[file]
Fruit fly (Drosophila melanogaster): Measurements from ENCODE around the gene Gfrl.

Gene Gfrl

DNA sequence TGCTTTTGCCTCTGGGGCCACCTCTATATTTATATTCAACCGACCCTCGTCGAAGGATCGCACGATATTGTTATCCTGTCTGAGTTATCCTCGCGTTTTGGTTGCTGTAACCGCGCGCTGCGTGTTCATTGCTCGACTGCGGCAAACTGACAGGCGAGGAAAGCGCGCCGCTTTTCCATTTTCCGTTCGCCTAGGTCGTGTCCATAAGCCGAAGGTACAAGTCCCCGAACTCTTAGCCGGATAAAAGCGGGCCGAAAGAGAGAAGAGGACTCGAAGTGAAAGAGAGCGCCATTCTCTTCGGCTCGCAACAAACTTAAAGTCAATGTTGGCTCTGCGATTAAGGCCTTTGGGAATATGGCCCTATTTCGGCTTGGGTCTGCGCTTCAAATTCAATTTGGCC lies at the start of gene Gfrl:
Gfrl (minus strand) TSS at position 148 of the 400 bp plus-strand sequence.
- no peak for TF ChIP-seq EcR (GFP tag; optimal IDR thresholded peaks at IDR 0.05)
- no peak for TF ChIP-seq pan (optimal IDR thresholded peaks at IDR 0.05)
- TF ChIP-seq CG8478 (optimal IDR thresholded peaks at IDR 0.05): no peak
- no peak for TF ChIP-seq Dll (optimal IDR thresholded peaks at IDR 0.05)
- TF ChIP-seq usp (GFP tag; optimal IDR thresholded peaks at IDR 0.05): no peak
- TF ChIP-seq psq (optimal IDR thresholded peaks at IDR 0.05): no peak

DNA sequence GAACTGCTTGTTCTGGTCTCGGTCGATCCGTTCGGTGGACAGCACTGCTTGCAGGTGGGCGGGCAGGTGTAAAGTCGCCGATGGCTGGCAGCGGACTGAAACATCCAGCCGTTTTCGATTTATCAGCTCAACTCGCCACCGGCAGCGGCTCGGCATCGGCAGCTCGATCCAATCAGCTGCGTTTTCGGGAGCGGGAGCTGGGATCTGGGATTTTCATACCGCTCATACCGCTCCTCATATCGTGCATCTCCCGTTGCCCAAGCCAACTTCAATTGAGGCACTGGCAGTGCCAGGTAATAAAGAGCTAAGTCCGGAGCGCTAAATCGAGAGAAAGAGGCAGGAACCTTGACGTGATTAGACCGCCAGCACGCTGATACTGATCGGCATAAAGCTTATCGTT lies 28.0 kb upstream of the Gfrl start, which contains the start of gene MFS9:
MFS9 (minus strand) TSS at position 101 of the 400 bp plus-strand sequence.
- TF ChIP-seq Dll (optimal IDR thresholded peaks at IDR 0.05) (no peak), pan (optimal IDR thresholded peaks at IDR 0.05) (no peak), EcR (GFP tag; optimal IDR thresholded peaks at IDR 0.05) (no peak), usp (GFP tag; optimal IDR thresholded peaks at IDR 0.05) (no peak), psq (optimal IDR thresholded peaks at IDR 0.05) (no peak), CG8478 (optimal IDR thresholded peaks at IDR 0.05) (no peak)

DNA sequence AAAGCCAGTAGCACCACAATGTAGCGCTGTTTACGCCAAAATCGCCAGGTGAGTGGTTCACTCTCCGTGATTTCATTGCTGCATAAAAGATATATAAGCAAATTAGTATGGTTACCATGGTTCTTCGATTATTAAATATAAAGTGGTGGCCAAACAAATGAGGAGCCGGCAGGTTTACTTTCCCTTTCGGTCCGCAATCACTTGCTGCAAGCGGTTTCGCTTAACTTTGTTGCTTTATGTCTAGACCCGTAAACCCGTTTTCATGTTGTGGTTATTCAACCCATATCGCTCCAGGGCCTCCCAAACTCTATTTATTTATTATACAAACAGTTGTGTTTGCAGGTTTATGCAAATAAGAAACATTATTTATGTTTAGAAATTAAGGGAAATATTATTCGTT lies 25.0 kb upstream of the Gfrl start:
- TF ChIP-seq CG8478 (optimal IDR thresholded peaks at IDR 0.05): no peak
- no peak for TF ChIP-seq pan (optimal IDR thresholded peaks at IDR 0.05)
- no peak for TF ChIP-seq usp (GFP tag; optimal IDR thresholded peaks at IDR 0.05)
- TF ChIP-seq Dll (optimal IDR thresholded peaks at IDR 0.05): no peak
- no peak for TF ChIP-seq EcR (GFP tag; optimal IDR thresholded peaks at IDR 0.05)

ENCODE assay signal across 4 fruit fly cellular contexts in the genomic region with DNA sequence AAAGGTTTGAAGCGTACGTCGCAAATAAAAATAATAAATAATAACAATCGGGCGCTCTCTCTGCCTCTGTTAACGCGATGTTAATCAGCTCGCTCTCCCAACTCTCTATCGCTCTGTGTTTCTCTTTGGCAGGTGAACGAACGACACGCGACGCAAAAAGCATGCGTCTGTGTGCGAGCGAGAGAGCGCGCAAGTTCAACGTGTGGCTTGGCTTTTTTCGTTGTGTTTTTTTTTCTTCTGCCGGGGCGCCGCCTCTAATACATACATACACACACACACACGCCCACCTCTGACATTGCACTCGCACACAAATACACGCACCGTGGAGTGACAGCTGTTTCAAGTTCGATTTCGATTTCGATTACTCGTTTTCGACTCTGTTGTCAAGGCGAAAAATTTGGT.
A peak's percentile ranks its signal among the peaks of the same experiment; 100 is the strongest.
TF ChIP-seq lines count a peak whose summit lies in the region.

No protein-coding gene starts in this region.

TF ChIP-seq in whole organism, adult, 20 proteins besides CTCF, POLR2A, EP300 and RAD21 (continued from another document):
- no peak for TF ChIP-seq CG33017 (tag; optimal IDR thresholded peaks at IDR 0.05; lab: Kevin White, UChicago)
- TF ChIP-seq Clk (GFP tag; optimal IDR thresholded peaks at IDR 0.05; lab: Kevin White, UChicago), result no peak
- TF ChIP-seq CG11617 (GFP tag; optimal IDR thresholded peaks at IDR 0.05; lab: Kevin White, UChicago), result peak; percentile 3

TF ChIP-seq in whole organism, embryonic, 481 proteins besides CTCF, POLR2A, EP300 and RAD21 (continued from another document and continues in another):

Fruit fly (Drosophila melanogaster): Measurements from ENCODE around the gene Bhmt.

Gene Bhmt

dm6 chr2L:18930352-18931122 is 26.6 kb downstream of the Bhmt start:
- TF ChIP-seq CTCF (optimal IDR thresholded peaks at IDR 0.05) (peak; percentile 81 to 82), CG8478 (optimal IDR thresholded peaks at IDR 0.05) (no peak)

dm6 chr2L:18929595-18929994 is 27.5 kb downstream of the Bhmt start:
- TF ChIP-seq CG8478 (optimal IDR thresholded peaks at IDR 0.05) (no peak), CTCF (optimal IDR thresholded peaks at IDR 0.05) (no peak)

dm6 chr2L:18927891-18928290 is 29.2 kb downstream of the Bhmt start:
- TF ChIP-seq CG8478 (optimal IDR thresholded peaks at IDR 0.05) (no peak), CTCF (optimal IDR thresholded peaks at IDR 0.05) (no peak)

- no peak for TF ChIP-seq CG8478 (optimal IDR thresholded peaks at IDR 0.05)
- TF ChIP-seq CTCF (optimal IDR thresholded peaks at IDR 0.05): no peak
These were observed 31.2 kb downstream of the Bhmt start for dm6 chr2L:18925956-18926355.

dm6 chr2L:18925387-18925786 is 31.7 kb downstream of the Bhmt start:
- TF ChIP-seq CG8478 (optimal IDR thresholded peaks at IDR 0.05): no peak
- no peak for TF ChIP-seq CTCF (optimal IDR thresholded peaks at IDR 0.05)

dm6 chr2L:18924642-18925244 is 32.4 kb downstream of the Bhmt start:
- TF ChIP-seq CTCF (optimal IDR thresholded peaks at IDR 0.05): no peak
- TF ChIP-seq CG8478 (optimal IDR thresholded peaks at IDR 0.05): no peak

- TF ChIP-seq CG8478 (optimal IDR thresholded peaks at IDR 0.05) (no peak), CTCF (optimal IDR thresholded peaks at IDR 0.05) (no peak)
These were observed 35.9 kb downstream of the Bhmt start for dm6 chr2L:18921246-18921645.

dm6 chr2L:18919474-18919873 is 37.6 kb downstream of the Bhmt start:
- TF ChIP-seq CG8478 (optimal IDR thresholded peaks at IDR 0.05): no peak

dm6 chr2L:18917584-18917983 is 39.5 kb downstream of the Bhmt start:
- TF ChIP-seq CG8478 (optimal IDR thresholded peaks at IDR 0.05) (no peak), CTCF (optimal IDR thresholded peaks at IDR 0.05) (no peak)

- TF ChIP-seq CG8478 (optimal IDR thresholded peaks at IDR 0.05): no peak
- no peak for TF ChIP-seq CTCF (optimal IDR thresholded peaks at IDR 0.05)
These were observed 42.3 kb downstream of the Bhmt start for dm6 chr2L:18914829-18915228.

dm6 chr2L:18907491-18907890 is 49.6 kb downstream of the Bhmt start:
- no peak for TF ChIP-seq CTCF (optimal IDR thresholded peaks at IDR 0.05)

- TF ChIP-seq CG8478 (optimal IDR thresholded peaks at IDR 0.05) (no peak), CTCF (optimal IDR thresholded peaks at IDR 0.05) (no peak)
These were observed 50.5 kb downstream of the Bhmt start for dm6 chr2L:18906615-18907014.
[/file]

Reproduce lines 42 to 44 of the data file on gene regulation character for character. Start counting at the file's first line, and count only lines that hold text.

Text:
- no peak for TF ChIP-seq CTCF (optimal IDR thresholded peaks at IDR 0.05)

dm6 chr2L:18924642-18925244 is 32.4 kb downstream of the Bhmt start:
- TF ChIP-seq CTCF (optimal IDR thresholded peaks at IDR 0.05): no peak